A recent publication from the Global Allergy and Asthma European Network (GA²LEN) provides new insights into the role that diet may play in the development of allergies, especially in children. The work suggests that the significant changes in European diets over the past 20-40 years may have contributed to the increased incidence of allergic diseases in both children and adults seen over this period. Members of the nutrition work package responsible for the report consider that its findings are just the beginning of GA²LEN’s potential role in greater understanding of this complex area.
The prevalence of allergic diseases has increased dramatically over the past few decades, especially in children. One child in three is allergic today and one in two people in Europe are likely to be suffering from at least one allergy by 2015. It is generally agreed that a combination of heredity and environmental factors is responsible for the development of the allergy and asthma. However, the evolution of these diseases has been far too rapid for genetics to be the sole explanation. Among the wide range of environmental factors under discussion, changes in the European diet in the last 20-40 years are considered to be a possible explanation. Indeed, the way in which children are fed early in life may have a direct effect on the subsequent development of asthma and allergies, according to a recent publication from the Global Allergy and Asthma European Network (GA²LEN).
In a paper entitled “Nutrition and allergic disease”, published this year in Clinical and Experimental Allergy Reviews, 12 European experts working together in the GA²LEN nutrition work package present the evidence and define fertile topics for future research. The work package team is led by Professor Philip C Calder, Institute of Human Nutrition, University of Southampton.
Key findings: breastfeeding, early diet and probiotics
The three main areas producing key findings are breastfeeding, intake of certain nutrients, and probiotics.
Exclusive breastfeeding, that is providing the infant with no other liquid or food other than breast milk, is believed to be effective in reducing subsequent development of allergies. It appears that exclusive breastfeeding for four months helps protect the child from cow’s milk protein allergy until 18 months, reduces the likelihood of dermatitis (skin allergy) until three years, and reduces the risk of recurrent wheeze (or asthma) until six years’ of age. However, the longer term effects of breast feeding on allergic outcomes are not known and require investigation.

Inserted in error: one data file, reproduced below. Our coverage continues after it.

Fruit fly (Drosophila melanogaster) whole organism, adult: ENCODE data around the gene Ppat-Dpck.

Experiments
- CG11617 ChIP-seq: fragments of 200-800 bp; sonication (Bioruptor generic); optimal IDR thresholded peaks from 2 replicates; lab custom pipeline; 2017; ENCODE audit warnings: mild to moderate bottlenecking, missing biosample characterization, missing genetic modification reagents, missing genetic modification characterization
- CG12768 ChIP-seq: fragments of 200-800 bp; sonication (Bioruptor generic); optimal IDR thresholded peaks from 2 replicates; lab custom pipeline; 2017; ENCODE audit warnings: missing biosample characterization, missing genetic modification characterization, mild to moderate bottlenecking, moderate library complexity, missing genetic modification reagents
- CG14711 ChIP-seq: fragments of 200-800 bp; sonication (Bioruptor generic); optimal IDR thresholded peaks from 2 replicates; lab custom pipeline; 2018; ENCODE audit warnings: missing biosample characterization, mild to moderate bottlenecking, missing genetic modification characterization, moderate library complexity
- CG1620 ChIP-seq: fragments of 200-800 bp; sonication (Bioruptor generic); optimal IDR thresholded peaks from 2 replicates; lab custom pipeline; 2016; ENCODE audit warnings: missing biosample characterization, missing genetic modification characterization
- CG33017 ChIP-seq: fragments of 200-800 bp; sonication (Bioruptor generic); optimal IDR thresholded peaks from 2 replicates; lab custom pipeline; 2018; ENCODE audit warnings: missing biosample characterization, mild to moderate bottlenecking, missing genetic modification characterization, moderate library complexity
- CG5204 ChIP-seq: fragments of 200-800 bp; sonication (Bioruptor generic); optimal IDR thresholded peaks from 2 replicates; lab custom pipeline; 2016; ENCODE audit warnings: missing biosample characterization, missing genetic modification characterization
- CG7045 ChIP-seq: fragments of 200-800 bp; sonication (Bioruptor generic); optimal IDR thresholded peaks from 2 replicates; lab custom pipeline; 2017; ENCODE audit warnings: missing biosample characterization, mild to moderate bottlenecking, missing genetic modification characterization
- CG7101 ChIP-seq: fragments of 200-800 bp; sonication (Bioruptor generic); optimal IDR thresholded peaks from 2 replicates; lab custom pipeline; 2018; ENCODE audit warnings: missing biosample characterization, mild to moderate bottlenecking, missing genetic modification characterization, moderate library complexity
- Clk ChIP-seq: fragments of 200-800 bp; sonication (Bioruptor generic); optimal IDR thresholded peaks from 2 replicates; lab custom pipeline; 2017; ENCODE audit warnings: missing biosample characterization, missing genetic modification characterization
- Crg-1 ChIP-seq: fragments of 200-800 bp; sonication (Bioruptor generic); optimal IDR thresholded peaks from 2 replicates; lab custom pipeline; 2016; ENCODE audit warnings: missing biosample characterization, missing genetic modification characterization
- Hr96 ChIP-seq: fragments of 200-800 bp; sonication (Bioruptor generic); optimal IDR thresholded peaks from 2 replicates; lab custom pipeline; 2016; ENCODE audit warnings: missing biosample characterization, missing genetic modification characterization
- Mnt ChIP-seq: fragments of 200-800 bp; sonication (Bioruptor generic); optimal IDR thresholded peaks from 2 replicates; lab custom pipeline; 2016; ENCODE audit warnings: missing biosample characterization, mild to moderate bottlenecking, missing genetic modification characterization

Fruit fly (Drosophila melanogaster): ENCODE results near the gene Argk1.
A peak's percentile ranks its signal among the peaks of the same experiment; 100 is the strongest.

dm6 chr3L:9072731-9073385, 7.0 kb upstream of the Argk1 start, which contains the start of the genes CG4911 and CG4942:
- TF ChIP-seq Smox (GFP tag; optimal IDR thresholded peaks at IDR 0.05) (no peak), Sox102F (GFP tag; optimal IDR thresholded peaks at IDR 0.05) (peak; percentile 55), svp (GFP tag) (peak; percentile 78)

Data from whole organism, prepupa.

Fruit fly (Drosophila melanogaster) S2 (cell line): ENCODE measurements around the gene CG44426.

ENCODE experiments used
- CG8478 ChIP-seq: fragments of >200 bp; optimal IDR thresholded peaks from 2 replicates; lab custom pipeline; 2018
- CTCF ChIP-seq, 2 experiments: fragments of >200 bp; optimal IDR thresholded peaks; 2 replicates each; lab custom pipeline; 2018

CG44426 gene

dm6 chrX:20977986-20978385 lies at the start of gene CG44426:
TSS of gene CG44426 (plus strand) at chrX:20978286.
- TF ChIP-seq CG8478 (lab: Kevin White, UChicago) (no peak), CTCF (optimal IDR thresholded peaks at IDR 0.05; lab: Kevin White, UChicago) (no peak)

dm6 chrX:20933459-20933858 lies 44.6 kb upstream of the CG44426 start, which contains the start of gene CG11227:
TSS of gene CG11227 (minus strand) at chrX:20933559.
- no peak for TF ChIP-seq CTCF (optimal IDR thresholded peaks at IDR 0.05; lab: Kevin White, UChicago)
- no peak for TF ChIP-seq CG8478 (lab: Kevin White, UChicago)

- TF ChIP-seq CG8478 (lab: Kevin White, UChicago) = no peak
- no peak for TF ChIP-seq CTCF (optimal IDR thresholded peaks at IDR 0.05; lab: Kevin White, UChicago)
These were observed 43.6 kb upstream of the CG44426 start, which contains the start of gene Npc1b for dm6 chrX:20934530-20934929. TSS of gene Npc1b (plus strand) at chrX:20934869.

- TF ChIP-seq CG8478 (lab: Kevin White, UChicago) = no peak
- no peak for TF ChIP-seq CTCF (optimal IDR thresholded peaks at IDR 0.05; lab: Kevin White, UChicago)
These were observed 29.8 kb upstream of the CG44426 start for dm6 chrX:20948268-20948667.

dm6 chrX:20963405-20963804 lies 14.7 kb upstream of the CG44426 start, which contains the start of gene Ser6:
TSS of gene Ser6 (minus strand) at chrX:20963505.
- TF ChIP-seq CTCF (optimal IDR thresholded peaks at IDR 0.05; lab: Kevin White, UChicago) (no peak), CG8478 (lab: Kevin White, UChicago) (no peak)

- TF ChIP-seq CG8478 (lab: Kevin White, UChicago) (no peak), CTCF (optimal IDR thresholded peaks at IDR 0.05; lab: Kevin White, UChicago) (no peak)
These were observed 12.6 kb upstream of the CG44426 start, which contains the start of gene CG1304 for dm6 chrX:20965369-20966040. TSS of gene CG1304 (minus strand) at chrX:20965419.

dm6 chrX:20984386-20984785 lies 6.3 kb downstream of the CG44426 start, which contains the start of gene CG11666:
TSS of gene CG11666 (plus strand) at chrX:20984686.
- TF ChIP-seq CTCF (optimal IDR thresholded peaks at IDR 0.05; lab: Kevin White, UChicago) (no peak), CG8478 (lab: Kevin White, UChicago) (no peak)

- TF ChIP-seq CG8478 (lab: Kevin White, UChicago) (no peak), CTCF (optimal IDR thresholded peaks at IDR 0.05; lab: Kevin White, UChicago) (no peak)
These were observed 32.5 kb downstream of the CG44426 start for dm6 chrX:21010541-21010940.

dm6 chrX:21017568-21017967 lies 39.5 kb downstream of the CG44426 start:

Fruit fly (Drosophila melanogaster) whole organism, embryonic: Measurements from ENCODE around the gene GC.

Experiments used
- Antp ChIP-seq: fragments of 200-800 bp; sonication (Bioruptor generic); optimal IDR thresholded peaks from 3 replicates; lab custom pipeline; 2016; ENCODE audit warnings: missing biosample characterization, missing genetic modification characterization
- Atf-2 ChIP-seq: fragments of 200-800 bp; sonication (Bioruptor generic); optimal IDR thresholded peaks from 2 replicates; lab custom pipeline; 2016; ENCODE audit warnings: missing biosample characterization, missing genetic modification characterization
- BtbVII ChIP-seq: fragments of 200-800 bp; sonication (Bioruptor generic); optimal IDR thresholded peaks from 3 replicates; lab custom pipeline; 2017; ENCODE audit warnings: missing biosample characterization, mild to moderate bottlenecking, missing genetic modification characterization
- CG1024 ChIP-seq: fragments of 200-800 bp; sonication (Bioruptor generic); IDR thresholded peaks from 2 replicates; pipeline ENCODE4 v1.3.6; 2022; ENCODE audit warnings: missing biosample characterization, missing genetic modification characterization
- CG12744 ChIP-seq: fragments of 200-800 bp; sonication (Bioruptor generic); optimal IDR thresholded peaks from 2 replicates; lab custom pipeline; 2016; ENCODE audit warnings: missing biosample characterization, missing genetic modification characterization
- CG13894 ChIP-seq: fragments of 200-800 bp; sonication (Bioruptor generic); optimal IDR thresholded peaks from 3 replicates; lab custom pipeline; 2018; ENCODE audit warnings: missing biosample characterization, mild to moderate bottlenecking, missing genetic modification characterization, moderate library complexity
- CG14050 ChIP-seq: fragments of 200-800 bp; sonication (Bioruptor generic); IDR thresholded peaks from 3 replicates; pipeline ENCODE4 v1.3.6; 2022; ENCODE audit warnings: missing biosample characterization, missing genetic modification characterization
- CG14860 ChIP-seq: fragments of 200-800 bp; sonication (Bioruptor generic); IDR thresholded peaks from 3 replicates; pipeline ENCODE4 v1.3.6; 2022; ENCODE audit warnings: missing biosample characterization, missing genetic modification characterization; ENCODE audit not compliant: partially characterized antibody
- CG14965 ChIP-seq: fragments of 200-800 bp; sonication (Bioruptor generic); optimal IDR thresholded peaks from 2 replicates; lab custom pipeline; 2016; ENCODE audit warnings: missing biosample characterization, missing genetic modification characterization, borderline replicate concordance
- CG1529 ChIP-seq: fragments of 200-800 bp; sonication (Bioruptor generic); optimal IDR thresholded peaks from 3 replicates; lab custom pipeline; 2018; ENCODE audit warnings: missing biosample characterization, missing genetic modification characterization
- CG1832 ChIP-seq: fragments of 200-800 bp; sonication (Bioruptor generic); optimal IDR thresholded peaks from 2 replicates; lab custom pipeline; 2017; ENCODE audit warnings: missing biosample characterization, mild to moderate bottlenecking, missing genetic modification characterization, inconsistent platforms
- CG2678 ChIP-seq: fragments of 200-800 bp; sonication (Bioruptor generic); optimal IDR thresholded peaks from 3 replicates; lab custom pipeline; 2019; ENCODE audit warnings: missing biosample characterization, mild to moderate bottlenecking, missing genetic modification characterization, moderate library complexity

The protective effect of four months of exclusive breastfeeding is important for all children but it is especially valuable for those at high risk of developing allergies. Children are at high risk of developing allergies if one or both parents are affected by allergic disease. If it is not possible for the high-risk child to be breastfed, hypoallergenic formula combined with avoidance of solid foods for 4-6 months offers an alternative source of protection. The studies show that hypoallergenic formula helps prevent cows’ milk protein allergy developing before the age of five years and offers protection against atopic dermatitis (eczema or other skin allergy) until the age of four years.
A second major area of importance appears to be the components of the diet. For example, antioxidants in the diet, such as vitamin C, vitamin E and selenium coming mainly from fruit and vegetables, may have a protective effect. Furthermore, different fats found in milk, butter, vegetable oils and fish may have different effects on development of allergies and asthma. Although it is difficult to find clear-cut evidence, it appears that reducing sodium intake, increasing magnesium intake, eating apples and other fruit and vegetables, and avoiding margarine might help some asthmatics. However much of the research conducted to date has not been systematic in its approach and this makes the drawing of hard conclusions very difficult.
The role of probiotics and prebiotics in the diet is promising. Living organisms such as probiotics appear to protect against the development of allergies by producing changes in the bacteria in the gut that stimulate the immune system. A double blind, placebo-controlled study has recently shown that probiotics can help reduce the risk of atopic disease. This is an important area for future research.
Meeting the challenge
The review highlighted several areas in nutrition and diet that appear to be fruitful for future research in allergic disease, and therefore for future disease control. In particular, it has highlighted gaps in relation to specific effects of maternal and infant nutrition on allergy and asthma in later life. Patients, health professionals and policy makers alike would benefit from such research and from more large-scale studies on diet and allergy. Key focuses should be identification of dietary patterns or factors likely to be involved in altering risk of development of allergies and asthma, and developing the evidence base about whether supplementation with specific fats or probiotics could contribute both to the protection and treatment of allergic diseases. The studies required will need to be large and to be well planned, designed and executed. They are likely to require cross-country collaboration.
Peer reviewed publication and references
“Nutrition and allergic disease”, Clinical and Experimental Allergy Reviews 6: 117–188, 2006 Blackwell Publishing Ltd.
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